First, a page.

A study conducted by scientists at the World Health Organization’s Kangaroo Care (Kangaroo Mother Care or KMC) Study Group found that a type of newborn care involving skin-to-skin contact with the mother or caregiver, known as kangaroo care, can significantly reduce the risk of death in infants born with low birth weight (LBW).
The study, published in the New England Journal of Medicine, examined patients in five hospitals in Ghana, India, Malawi, Nigeria, and Tanzania. The infants involved in the study were those born with a birth weight between 1.0 and 1.799 kg (2.20-3.96 lbs).
A total of 3,211 pairs of infants and their mothers were included in the study and were randomly assigned to one of two groups. The first group, known as the intervention group, received immediate kangaroo mother care after birth (1,609 infants). The second group, the control, was first given conventional care in an incubator or radiant warmer until stabilized, and then received kangaroo care (1,602 infants).
Infants in the intervention group received an average of 16.9 hours of skin-to-skin contact, compared to the 1.5 hours the infants in the control group received. In the first 28 days of life, known as the neonatal period, a total of 191 (12.0%) infants died in the intervention group. In the control group, a total of 249 (15.7%) infants died in the neonatal period, an increase of nearly 30%.
While results from the study are small, scientists involved stated that “among infants with a birth weight between 1.0 and 1.799 kg, those who received immediate kangaroo mother care had lower mortality at 28 days than those who received conventional care with kangaroo mother care initiated after stabilization.”
More research is needed to determine whether or not kangaroo mother care is an effective, safe procedure for LBW infants, however early results suggest that it may be a viable option.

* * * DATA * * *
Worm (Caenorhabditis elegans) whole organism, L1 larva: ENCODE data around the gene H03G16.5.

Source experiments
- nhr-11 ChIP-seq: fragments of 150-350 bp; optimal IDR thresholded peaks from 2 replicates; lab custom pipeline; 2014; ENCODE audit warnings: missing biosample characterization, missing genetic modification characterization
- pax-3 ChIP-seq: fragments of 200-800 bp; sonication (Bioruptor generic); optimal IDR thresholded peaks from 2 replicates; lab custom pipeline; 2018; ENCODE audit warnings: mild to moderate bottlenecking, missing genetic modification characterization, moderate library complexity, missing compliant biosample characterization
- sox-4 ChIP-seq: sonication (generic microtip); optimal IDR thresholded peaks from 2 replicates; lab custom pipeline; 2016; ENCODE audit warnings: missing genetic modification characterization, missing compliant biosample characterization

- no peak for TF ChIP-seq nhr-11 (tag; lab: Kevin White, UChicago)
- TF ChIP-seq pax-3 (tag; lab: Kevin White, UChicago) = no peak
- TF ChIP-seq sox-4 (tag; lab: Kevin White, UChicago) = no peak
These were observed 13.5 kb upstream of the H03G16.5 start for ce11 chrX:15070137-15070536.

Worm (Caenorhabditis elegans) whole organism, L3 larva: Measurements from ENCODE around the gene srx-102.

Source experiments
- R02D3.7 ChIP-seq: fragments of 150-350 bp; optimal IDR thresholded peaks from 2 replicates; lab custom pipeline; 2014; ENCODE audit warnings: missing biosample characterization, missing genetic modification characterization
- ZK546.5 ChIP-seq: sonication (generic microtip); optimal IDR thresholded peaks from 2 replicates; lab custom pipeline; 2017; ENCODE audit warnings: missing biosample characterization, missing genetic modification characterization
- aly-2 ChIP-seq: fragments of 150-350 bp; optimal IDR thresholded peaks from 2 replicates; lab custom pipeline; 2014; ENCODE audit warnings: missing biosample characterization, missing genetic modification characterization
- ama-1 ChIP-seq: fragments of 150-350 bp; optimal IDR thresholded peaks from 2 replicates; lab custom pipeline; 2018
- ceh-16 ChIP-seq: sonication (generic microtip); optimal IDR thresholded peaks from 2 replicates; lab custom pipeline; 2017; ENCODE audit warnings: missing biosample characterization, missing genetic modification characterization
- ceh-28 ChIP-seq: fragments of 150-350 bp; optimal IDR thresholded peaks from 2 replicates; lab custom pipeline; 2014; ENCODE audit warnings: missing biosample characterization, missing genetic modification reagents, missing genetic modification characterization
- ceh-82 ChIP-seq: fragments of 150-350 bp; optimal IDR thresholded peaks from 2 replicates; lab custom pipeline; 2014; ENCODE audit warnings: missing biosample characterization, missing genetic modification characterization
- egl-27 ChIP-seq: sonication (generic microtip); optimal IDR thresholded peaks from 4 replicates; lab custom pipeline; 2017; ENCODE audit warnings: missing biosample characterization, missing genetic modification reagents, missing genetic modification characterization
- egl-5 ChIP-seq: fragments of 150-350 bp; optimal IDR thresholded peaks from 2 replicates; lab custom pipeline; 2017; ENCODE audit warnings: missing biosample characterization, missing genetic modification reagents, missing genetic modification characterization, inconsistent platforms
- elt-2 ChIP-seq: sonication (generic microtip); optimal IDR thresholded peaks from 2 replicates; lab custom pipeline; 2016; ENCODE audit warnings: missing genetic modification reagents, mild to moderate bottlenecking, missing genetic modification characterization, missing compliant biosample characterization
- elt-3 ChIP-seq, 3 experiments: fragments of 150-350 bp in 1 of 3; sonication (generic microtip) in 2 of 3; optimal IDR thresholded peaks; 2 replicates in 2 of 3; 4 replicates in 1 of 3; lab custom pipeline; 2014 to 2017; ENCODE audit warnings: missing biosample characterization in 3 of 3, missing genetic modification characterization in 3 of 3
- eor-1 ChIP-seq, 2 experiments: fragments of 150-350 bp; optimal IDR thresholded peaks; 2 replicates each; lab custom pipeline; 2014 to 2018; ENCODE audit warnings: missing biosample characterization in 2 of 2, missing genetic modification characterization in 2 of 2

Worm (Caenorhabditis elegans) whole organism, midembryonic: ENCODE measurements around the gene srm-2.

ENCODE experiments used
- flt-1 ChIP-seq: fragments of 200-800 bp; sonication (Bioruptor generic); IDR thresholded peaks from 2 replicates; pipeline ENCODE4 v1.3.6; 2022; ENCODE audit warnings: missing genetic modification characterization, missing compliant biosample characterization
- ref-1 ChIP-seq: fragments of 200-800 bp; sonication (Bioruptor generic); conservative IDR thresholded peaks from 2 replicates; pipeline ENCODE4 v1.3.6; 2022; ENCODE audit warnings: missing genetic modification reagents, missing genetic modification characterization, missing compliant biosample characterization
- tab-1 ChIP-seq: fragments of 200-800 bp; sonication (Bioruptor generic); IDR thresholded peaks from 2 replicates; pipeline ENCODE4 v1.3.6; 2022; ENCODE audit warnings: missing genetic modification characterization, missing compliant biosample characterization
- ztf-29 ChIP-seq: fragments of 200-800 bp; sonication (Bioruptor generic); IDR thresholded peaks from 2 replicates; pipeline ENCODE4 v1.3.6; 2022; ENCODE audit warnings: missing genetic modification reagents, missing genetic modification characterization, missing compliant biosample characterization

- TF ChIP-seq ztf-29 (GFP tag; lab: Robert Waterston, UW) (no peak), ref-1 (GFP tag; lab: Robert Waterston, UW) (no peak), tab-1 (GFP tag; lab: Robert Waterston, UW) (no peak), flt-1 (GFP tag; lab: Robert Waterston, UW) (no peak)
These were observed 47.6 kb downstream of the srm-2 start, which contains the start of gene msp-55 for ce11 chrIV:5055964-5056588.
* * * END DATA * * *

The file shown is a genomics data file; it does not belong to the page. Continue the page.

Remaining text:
What is Kangaroo Mother Care?
Kangaroo mother care, also known as kangaroo care, is a method used to care for premature infants. It involves direct skin-to-skin contact, usually with the mother, in which the infant is held upright against the caregiver’s bare chest.
During kangaroo care, the infant is typically naked except for a diaper and hat to help keep them warm. Most sessions of kangaroo care generally last between 30-60 minutes.
Kangaroo care can be done by both the mother or father and can help build up the bond between child and caregiver. However, kangaroo care can also have significant medical benefits, which is why it is often used in premature babies who need extensive care.
Some benefits of kangaroo care can include:
- Decreasing crying
- Stabilizing an infant’s heart rate
- Improving breastfeeding success
- Improving or regulating an infant’s breathing patterns
- Helping with weight gain
- Improving oxygen saturation levels
- Earlier hospital discharge
What are the Health Risks of Low Birth Weight?
According to the World Health Organization (WHO), every year, more than 20 million infants are born weighing less than 2.5kg, of which over 96% are born in developing countries. LBW infants are at a significantly higher risk of developing birth defects such as early growth retardation, infectious disease, developmental delay, and death during infancy and childhood.
Low birth weight is primarily caused by premature birth, which is typically defined as birth before 37 weeks of pregnancy. A premature baby has less time in its mother’s womb and thus has less time to gain weight and grow to a healthy size.
“kangaroo mother care is a safe and effective alternative to conventional neonatal care, especially in under-resourced settings and may reduce morbidity and mortality in LBW infants as well as increase breastfeeding.”
Another cause of LBW, while less common, is a condition known as intrauterine growth restriction (IUGR). This condition occurs when a baby does not grow normally during the pregnancy, which can lead to a baby being born underweight. IUGR is thought to be caused by problems with the placenta, the health of the baby, or the health of the mother.
Typically, conventional neonatal care of LBW infants requires intensive, specialized care by highly skilled professionals. Studies such as that by the WHO’s KMC Study Group have suggested that “kangaroo mother care is a safe and effective alternative to conventional neonatal care, especially in under-resourced settings and may reduce morbidity and mortality in LBW infants as well as increase breastfeeding.”
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